Like most days in the era of Trump, the news cycle seems endless. It’s one outrage after another, one scandal after another. It’s like living in a Trump news tornado. Sometimes potentially big stories fall through the cracks. That’s the case with the Morning Joe interview with Michael Avenatti, Stormy Daniels’ skillful attorney. Amidst the chatter about Trump’s utterly unhinged interview on Fox & Friends, Avenatti turned the tables to ask the crew a few leading questions of his own. Take a listen, because Avenatti dropped a Trump Tower-sized hint about a scandal that could very well cost Trump his hardcore evangelical base.
When Judge Kimba Wood forced Michael Cohen to disclose his clients in open court, Cohen named exactly three clients: Donald Trump, the Trump Organization, and Sean Hannity. Elliott Broidy’s name never came out of Cohen’s mouth. This is a very important development because it was less than two weeks ago that it was reported Michael Cohen represented Broidy in a “hush payment” settlement for $1.6 million that involved a Playboy model and an unwanted pregnancy, which was terminated, resulting from the affair. From the New York Times on April 13, 2018:
A major donor with close ties to the White House resigned on Friday as deputy finance chairman of the Republican National Committee after the revelation that he had agreed to pay $1.6 million to a former Playboy model who became pregnant during an affair.
The deal was arranged in the final months of 2017 by President Trump’s personal lawyer and fixer, Michael D. Cohen.
Under the terms of the deal, the Republican donor, Elliott Broidy, would pay the woman in installments over the course of two years, and she would agree to stay silent about their relationship, two people with knowledge of the arrangement told The New York Times. The deal was first reported by The Wall Street Journal.
Broidy publicly apologized to his wife and resigned from the Republican National Committee. But … what if he merely agreed to make the payments to the unnamed Playboy model and then later agreed to take the humiliating fall to protect Donald Trump? You’d think a third known affair, one that resulted in an aborted pregnancy, would be quite damaging to Donald Trump with his evangelical base, no?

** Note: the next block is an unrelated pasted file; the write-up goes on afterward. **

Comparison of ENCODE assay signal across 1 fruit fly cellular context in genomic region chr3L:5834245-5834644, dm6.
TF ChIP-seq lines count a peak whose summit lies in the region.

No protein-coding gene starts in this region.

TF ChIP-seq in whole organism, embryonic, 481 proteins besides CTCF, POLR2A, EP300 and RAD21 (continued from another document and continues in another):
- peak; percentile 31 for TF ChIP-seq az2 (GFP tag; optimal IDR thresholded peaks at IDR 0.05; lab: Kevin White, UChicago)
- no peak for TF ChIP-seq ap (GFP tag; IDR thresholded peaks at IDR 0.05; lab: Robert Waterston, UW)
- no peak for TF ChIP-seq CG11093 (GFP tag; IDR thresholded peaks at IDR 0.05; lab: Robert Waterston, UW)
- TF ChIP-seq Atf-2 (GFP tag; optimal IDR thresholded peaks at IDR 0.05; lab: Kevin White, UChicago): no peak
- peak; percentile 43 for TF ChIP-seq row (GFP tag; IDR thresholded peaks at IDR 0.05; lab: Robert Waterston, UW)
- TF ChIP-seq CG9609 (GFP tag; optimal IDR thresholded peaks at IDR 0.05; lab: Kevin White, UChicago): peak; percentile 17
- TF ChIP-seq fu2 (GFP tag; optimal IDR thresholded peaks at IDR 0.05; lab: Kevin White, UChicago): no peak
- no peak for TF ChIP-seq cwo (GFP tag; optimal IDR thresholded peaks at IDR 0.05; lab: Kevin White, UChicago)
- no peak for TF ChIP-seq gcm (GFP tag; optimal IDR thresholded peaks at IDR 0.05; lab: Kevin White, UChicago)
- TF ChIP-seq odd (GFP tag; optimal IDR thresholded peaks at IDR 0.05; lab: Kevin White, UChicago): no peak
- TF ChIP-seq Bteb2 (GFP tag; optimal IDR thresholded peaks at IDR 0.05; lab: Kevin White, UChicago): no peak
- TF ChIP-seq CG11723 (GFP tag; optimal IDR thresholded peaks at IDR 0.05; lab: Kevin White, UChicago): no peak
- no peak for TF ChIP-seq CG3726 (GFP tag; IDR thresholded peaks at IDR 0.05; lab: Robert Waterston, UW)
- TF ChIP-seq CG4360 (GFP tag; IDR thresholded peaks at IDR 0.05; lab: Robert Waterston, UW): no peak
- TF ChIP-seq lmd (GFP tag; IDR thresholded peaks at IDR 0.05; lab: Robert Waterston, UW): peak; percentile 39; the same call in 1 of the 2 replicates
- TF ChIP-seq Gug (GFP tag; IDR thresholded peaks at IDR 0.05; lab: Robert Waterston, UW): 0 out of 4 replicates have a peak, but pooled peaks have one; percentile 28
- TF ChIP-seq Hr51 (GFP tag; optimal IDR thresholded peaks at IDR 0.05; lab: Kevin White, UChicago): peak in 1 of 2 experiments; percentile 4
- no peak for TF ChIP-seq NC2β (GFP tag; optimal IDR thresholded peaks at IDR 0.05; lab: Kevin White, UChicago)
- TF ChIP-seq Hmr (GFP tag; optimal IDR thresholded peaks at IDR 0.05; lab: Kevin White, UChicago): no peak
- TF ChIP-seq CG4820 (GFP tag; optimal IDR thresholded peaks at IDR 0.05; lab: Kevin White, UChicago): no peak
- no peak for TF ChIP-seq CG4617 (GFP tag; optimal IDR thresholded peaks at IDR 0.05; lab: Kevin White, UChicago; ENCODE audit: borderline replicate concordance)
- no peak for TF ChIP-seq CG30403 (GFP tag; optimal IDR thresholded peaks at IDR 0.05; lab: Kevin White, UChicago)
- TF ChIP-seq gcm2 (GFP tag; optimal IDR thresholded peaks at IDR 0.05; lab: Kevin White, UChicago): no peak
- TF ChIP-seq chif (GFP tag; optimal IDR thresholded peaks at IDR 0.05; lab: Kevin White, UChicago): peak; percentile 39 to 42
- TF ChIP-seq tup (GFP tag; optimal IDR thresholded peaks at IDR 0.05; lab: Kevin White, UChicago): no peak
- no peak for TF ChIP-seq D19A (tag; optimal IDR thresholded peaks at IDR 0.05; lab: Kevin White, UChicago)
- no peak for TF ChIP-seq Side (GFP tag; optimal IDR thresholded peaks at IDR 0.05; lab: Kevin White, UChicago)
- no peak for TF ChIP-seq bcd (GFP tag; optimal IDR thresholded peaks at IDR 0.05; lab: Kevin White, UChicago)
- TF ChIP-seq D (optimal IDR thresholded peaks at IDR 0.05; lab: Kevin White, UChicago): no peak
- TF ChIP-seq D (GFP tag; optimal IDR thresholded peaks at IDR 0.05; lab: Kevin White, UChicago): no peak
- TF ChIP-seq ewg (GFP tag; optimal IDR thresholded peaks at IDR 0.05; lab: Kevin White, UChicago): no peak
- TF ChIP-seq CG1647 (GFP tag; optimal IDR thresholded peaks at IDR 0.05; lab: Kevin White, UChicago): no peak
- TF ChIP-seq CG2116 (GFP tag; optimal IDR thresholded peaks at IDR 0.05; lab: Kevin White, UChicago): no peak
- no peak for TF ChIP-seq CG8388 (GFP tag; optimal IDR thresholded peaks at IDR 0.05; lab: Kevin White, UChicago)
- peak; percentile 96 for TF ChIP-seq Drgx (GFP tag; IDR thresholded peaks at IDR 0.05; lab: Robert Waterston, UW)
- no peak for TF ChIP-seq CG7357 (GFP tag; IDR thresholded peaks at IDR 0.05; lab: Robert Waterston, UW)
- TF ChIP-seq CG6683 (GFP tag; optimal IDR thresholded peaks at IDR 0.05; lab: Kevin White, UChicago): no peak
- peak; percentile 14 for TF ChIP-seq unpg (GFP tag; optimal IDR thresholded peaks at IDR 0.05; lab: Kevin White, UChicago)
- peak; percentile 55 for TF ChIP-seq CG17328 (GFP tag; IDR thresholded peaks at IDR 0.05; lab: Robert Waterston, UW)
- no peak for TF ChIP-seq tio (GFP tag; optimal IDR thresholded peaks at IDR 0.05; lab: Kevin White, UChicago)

This seems like a good time to reflect back on an interview Donald Trump did with New York Times columnist Maureen Dowd in April 2016.
In an MSNBC interview with Chris Matthews, the formerly pro-choice Trump somehow managed to end up to the right of the National Right to Life Committee when he said that for women, but not men, “there has to be some form of punishment” if a President Trump makes abortion illegal.
Trump quickly recanted and even told CBS’s John Dickerson that “the laws are set. And I think we have to leave it that way.”
“This was not real life,” he told me. “This was a hypothetical, so I thought of it in terms of a hypothetical. So that’s where that answer came from, hypothetically.”
Given his draconian comment, sending women back to back alleys, I had to ask: When he was a swinging bachelor in Manhattan, was he ever involved with anyone who had an abortion?
“Such an interesting question,” he said. “So what’s your next question?”
Such an interesting question, indeed.
In an April 16, 2018 submission to Judge Kimba Wood, Michael Cohen did list Elliott Broidy as a client.
For at least three other clients that we have identified in the period of 2017 to 2018, the
work was more direct legal advice or dispute resolution–more traditional legal tasks. All of
these clients are individuals. One of these legal clients is Donald J. Trump. Another legal client
is Elliot Broidy. The third legal client directed Mr. Cohen to not to reveal the identity publicly.
Is Avenatti wrong here? Is it possible Broidy was the client after all? Did Cohen and Broidy concoct the story to protect Trump? Stay tuned.
This is a Creative Commons article. The original version of this article appeared here.